Backstop, Brexit, British Government, Customs Union, Irish border, Northern Ireland

#Brexit – The Fast Fading Fantasies

This blogpost was written on Sunday Nov 11, 2018

jo johnson

Just when you think there cannot be any more twists and turns in the Brexit saga, along comes the resignation of Jo Johnson (Photo): Transport Minister in May’s government and Boris Johnson’s younger brother. Jo Johnson is not, and never was, an attention seeker. Instead, he was a sober, industrious member of the government who voted Remain in the 2016 referendum.

His devastating resignation statement frames the choice May intends to present to parliament as one between “vassalage”, obeying EU rules with no say in their adoption, or “chaos”, leaving the EU with no agreed terms. Rather than have parliament vote on these two unpalatable options he wants them, along with the option to remain in the EU, put to the people in another referendum.

If a centrist such as Jo Johnson is taking this position, then there must be many other centrist MPs who see things similarly. Will they break cover in the coming days? If we add the dozen or so already declared centrists who want another referendum to 20 or 30 Hard-Brexiteers and the 10 DUP votes, it becomes increasingly difficult to see May getting the Commons to vote for any deal she manages to bring back from Brussels.

That is, if she manages to bring back a deal.

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Brexit, British Government, Northern Ireland, Single Market, UK Labour Party

A Never Ending #Brexit

This blogpost was written on Sunday Nov 4th, 2018
The Prime Minister Meets DUP Leader At Downing Street
Prime Minister May with DUP leaders

It is Sunday and the weekend papers are awash with suggestions that the Brexit negotiators are close to a breakthrough. The Sunday Times reports, almost breathlessly, on “May’s Secret Brexit Deal”. RTE’s European editor, Tony Connelly reports it somewhat differently – and far more soberly.

As usual, the potential deal-breaker is the Irish backstop.

Apparently, what is now being discussed is that the while the whole of the UK would stay in a “bare bones”, temporary customs union with the EU, Northern Ireland (NI) would stay within the full EU customs code and the single market for goods. Regulatory checks would take place in factories and businesses away from the actual border. Instead of the border being down the middle of the Irish sea it might be somewhere in a factory in, say, Liverpool. But then Liverpool was always part of Ireland, really.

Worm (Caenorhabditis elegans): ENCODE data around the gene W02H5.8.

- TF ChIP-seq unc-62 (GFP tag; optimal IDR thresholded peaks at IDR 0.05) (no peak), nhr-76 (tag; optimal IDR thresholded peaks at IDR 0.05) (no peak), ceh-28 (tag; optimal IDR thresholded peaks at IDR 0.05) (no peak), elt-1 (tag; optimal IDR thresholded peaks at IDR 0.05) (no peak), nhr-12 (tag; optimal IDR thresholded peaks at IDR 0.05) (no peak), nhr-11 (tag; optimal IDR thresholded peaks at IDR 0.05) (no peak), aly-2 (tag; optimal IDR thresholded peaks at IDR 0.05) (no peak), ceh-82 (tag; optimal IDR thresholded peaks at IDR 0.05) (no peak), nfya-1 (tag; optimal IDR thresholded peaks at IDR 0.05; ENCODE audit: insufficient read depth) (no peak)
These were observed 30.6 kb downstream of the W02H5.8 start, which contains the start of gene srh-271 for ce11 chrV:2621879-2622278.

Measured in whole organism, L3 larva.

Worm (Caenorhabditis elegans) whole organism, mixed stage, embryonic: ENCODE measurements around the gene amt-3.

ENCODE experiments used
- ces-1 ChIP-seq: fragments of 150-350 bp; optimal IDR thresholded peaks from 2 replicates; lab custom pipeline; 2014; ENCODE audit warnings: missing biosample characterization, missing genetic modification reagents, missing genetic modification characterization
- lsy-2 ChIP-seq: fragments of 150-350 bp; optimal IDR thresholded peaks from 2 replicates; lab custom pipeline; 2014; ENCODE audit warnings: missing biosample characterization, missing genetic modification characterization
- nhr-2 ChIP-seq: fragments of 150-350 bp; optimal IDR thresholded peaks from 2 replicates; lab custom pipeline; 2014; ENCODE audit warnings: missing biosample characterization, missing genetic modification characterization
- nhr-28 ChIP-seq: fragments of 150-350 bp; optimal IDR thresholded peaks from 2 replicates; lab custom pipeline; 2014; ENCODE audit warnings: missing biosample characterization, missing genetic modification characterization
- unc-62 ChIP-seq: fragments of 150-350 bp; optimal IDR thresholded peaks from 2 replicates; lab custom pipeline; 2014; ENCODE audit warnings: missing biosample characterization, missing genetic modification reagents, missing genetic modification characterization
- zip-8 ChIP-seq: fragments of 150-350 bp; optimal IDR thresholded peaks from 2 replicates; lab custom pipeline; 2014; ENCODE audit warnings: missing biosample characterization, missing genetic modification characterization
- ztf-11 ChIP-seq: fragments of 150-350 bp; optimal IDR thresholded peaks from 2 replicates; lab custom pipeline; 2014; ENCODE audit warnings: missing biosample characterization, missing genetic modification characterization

Were this deal to be finalised between the negotiators it is being suggested that it would allow UK Prime Minister, Theresa May, to argue that her redlines of no divisions within the UK have been respected and that the NI backstop would never have to be used in practice.

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Brexit, British Government, Theresa May

First there was “Hard #Brexit” then there was “Red, White and Blue Brexit” – now, it’s a “Squatters’ Brexit”

This blogpost was written on Tues Oct 30th, 2018

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Brexit negotiations have been on hold for the past week or so pending yesterday’s UK Budget. Both EU and UK negotiators waited nervously to see if the UK Chancellor, Philip Hammond, could deliver a budget that could win acceptance in the House of Commons. As I write, on Tuesday morning, it looks like he did.

The cause for concern on the part of the negotiators were recent statements from both hard-line Brexiteers in the Conservative Party and from the Ulster Democratic Unionist Party (DUP) that they would vote down the budget in a show of force over their Brexit concerns. However, after Hammond earmarked £350 million for Belfast and another £320 million for the Northern Ireland Executive, it is now unlikely that the DUP will vote down the budget.

But the government is not yet out of the woods as far as the DUP is concerned.  Sammy Wilson, a DUP MP, said the party was not yet planning to oppose the budget, explaining, “To date we haven’t seen the outcome of the withdrawal agreement, so it would be reckless of us to oppose the budget on the basis of something we haven’t seen.” Wilson added, “However, the government will need support when it comes to the finance bill… So, they shouldn’t take it for granted that just because they get the budget passed that they can do whatever they like with Northern Ireland.”

Hammond also loosened spending in what the Financial Times described as “an old-fashioned giveaway Budget”. As the FT further noted Hammond’s budget was “as much about politics as economics.”

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Article 50, Brexit, British Government, Michel Barnier, Northern Ireland

Now Impossible to See How a UK/EU Deal on #Brexit is Doable

 This blogpost was written on Tuesday Oct 23rd, 2018

commons

After Theresa May’s statement yesterday to the House of Commons, it seems more likely than ever that we are heading for a no-deal Brexit. Fast.